Chinese culture is heavily based on the teachings of one famous scholar: Confucius.
Although the Chinese philosopher died long ago, in 479 BC, his teachings were so prevalent that they are taught and practiced to this day, even by the East Asian diaspora across the world.
You may be familiar with some of the things he taught: benevolence, reciprocity, filial piety, and hard work.
Confucius strongly believed that hard work was essential to being a contributing member of society. In fact, one of his most famous quotes is “It does not matter how slowly you go, so long as you do not stop.”
As someone from a Chinese immigrant background, this attitude of hard work is all too familiar.
As a child, I watched my grandparents work themselves to the bone to provide a living, and following this cycle, I watched my parents do the same. Now that they have reached a certain age, it is heartbreaking to see their health catch up with them.
Even in their retirement years, it’s difficult for them to get the rest they deserve.
I was always keenly aware of the sacrifices they made for me and my brother. Every year, my parents would pay my school tuition and tell me all the things they could have bought with that money, like a car or a nice holiday.
Meanwhile, they were relentless in their work and gave everything they had for their children.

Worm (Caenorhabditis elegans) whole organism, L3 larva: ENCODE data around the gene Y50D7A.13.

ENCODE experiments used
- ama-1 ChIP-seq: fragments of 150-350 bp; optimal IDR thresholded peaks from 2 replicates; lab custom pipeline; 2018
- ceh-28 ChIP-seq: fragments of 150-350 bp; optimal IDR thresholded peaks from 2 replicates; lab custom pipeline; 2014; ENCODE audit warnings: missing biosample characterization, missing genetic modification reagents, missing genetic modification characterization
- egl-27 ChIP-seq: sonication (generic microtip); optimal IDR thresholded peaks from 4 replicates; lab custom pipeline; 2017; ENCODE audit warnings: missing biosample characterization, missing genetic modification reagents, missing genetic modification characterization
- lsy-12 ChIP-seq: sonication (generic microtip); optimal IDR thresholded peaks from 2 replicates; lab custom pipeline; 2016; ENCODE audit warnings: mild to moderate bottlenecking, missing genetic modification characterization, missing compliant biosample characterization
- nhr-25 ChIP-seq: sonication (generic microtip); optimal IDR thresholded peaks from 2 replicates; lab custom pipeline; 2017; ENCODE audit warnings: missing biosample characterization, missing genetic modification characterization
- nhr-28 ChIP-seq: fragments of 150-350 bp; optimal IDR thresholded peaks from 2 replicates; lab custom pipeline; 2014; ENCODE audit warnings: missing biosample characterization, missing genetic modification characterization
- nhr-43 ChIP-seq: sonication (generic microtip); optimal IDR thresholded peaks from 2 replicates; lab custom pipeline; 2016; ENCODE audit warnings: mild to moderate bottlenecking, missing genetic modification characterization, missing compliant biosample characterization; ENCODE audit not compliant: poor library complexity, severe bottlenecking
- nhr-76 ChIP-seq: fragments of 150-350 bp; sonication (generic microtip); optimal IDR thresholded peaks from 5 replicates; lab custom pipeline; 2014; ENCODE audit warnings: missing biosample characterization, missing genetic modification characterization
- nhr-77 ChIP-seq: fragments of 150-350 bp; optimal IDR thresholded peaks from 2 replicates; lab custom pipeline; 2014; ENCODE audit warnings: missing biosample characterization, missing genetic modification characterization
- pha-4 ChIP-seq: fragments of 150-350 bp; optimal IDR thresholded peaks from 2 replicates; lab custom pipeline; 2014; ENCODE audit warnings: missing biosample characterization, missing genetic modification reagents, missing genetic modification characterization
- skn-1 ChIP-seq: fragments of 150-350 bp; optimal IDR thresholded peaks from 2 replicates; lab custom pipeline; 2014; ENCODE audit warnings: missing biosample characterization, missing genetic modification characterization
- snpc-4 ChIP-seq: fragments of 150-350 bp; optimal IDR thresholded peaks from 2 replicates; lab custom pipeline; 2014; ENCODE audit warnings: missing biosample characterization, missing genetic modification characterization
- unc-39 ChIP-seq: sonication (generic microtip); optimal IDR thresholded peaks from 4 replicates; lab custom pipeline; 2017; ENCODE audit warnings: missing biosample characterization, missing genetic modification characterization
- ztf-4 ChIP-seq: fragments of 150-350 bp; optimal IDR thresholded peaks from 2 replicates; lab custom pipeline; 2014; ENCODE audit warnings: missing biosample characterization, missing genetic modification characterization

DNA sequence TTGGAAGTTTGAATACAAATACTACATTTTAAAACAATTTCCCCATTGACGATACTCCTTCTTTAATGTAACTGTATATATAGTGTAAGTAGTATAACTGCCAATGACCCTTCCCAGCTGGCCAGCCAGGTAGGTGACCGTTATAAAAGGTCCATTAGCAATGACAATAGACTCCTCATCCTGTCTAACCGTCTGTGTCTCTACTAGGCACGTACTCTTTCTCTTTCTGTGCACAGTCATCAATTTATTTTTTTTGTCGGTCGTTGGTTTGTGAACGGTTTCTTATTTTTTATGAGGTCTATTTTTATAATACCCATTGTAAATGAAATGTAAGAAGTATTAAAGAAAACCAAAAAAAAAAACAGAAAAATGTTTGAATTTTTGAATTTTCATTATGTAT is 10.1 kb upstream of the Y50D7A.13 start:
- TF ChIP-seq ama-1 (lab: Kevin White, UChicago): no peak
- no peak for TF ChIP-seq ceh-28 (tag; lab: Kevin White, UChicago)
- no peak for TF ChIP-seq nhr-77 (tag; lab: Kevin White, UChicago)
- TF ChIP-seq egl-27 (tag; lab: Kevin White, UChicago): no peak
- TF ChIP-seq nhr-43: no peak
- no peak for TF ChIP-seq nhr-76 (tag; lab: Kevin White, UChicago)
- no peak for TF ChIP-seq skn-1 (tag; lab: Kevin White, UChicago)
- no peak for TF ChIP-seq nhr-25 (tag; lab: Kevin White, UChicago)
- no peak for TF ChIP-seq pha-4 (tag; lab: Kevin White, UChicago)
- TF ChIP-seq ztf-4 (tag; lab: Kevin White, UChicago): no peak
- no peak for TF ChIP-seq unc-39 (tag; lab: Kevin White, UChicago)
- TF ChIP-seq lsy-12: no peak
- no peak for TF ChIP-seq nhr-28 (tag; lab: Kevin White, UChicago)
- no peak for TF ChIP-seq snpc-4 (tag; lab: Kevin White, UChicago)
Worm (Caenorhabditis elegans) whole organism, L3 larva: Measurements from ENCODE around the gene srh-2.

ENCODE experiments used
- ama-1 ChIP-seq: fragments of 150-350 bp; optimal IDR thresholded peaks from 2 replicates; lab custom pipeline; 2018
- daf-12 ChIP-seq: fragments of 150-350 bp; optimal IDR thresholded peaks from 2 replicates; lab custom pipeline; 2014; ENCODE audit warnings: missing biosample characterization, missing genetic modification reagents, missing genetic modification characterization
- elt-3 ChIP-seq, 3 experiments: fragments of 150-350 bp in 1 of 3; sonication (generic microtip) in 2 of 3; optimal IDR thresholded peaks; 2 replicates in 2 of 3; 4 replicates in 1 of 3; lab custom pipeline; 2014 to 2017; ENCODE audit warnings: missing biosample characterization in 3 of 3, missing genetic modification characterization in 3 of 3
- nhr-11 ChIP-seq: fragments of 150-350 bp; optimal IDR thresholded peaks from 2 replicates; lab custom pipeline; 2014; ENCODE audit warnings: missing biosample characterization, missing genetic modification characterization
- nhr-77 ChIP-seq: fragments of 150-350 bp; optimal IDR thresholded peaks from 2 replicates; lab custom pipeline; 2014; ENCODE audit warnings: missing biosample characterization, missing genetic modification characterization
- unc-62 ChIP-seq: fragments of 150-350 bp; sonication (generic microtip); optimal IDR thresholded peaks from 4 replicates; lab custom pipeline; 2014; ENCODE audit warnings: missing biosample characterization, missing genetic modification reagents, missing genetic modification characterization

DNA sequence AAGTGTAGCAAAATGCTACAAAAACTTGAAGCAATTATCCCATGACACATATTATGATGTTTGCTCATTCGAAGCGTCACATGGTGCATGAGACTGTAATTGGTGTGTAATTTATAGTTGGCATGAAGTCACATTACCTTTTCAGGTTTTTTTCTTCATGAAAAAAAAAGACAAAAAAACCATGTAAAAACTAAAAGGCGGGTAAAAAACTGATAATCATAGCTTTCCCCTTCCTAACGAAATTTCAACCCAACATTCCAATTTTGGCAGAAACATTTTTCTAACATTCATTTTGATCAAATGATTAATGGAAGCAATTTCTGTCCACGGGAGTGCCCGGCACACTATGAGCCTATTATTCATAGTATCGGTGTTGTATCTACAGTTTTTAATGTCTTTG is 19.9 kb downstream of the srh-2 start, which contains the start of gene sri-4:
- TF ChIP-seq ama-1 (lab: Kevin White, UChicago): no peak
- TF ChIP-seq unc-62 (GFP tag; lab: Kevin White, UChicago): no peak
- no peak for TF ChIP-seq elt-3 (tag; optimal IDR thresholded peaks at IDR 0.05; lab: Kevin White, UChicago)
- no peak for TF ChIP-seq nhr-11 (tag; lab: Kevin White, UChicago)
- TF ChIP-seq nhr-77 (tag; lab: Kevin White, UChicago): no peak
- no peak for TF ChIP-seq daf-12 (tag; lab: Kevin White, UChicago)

Looking back, I’m extremely grateful for their hard work, but I also can’t help but think: what if they hadn’t worked so hard?
As retirees, my parents don’t have hobbies, nor do they really pursue the things they didn’t have the opportunities for in the past. In hindsight, I now wish they hadn’t worked so hard. While it provided many opportunities for my brother and me, it also caused my parents to lose themselves along the way.
Even though they should now be able to enjoy their lives, they don’t know how . If they hadn’t worked so hard, they could have spent more time pursuing hobbies and relaxing.
In Chinese culture, we tend to praise hard workers and are quick to criticize those who are perceived as lazy. But the reality is that a fine balance is needed; after all, what’s the point of working so hard if you cannot reap the benefits of your efforts? It’s not lazy or shameful to take a break or experience some personal enjoyment.
I’m sure Confucius would disapprove of me, but I would only tell him: “It does not matter how slowly you go, so long as you go at your own pace.”